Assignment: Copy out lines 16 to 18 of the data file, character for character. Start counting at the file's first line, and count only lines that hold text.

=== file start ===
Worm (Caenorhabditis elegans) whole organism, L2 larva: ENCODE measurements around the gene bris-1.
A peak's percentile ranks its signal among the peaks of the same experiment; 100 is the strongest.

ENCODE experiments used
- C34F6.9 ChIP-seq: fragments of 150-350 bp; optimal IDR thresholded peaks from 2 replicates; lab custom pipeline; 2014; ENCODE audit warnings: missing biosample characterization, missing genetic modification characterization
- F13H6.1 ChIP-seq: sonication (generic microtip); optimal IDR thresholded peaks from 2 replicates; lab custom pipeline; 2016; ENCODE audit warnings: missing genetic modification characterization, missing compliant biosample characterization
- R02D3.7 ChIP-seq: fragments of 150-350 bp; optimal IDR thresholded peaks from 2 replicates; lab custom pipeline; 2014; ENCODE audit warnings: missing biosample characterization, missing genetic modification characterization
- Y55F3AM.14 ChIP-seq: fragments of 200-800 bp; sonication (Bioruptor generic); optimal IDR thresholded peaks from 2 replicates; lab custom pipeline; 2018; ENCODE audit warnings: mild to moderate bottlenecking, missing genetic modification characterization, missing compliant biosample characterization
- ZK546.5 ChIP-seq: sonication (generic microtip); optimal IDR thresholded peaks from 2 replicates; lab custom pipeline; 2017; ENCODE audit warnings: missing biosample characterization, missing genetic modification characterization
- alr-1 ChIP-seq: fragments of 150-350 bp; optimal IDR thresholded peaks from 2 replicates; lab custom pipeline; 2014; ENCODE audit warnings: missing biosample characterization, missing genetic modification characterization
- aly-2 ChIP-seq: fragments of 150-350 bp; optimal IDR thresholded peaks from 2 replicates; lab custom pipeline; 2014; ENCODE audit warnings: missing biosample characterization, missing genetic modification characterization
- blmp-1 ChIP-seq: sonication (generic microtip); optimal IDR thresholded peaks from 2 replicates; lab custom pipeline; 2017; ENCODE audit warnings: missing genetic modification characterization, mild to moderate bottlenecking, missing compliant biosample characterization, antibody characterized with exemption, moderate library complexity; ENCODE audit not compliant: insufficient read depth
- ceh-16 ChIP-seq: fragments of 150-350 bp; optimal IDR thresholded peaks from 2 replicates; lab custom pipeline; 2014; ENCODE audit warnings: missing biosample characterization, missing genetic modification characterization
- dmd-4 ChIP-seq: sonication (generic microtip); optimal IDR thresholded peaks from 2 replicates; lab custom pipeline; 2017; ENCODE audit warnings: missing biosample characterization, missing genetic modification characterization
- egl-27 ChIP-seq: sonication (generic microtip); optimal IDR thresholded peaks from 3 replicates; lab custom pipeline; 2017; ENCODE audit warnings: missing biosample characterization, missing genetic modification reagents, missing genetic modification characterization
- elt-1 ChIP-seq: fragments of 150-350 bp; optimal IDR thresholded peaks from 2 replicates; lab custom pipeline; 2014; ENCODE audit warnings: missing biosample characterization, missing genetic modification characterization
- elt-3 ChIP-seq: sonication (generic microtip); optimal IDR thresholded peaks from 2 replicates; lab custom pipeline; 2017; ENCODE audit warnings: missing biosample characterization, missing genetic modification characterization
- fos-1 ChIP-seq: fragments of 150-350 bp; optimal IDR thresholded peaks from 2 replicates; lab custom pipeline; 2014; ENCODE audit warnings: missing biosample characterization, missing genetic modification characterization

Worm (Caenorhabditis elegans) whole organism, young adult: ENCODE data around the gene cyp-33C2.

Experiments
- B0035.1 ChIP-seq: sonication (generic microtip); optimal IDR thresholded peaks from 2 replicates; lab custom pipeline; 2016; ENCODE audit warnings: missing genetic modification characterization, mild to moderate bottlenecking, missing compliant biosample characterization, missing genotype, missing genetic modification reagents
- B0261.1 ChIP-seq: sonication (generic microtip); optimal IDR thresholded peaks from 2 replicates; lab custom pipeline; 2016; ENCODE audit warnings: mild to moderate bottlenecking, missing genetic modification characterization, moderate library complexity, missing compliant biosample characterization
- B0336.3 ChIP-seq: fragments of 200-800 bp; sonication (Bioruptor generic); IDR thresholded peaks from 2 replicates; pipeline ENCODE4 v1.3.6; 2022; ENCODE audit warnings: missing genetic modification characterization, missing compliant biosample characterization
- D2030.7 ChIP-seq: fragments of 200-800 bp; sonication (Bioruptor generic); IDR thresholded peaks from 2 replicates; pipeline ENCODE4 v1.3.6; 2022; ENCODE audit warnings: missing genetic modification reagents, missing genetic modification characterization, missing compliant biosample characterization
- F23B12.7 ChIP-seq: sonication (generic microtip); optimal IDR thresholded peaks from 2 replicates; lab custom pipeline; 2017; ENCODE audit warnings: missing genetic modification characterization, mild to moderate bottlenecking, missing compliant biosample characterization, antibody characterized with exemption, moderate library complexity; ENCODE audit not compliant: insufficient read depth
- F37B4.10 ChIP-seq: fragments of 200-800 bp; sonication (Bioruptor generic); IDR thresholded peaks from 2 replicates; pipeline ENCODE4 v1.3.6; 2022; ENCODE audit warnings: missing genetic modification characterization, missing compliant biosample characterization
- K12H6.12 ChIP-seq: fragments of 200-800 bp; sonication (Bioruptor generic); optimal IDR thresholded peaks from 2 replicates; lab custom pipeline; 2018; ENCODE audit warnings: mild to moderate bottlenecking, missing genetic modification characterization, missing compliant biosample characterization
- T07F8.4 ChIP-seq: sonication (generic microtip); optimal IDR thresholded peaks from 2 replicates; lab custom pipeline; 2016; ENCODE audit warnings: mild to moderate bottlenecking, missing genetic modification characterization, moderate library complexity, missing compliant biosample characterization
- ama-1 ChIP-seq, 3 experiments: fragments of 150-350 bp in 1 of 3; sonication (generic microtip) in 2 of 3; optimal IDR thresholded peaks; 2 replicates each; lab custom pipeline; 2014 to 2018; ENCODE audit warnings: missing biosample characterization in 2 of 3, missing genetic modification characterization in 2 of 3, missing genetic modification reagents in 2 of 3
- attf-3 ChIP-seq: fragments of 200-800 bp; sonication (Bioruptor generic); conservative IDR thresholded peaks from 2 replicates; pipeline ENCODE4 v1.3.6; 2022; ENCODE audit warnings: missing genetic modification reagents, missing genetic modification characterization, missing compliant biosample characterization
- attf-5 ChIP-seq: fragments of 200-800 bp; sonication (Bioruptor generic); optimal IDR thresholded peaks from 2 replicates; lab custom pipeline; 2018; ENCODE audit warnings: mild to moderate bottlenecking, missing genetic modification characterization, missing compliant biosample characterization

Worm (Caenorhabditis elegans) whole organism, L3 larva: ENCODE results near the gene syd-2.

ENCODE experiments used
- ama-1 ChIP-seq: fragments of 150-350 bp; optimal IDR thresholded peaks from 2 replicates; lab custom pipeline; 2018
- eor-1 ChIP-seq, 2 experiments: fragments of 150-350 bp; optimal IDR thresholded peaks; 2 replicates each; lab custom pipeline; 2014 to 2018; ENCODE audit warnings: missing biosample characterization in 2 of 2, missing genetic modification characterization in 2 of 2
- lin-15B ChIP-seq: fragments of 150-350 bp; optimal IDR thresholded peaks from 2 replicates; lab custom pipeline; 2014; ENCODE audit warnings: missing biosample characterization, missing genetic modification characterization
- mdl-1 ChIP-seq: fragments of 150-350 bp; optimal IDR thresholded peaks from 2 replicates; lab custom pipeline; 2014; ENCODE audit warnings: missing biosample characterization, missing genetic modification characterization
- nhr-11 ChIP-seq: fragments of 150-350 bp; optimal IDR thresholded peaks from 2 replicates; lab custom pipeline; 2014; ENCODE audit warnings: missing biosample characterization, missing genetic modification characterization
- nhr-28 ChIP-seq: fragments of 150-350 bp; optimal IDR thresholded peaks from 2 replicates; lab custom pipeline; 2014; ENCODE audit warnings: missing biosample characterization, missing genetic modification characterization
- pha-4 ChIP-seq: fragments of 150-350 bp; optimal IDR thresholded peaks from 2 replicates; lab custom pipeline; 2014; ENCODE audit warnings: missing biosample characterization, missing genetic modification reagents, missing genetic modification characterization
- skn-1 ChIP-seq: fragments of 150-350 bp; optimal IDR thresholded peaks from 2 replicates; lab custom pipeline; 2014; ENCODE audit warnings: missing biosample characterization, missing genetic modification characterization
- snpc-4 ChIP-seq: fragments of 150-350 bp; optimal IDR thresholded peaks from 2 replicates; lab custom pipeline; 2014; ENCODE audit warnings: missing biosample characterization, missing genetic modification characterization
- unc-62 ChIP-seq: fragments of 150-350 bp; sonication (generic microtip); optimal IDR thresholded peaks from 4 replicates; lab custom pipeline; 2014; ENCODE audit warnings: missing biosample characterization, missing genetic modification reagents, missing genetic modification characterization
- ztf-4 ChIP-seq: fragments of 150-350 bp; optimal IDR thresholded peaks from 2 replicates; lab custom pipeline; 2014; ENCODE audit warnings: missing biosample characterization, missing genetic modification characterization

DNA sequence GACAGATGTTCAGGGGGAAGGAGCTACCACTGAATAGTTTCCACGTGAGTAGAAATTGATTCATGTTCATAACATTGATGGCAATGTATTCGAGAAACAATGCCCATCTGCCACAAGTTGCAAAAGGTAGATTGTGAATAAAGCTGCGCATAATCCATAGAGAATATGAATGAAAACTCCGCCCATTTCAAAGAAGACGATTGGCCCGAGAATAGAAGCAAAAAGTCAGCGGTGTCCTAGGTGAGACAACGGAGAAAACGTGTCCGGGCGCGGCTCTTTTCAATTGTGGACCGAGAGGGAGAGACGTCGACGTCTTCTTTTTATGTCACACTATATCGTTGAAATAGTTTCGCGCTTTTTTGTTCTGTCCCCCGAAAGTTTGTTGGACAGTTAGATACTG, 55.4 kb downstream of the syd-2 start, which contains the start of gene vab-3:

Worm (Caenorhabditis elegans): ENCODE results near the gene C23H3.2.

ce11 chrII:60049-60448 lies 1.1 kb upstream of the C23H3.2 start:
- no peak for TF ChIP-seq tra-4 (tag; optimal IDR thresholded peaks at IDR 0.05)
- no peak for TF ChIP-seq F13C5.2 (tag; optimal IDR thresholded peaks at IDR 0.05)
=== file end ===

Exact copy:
- elt-3 ChIP-seq: sonication (generic microtip); optimal IDR thresholded peaks from 2 replicates; lab custom pipeline; 2017; ENCODE audit warnings: missing biosample characterization, missing genetic modification characterization
- fos-1 ChIP-seq: fragments of 150-350 bp; optimal IDR thresholded peaks from 2 replicates; lab custom pipeline; 2014; ENCODE audit warnings: missing biosample characterization, missing genetic modification characterization

Worm (Caenorhabditis elegans) whole organism, young adult: ENCODE data around the gene cyp-33C2.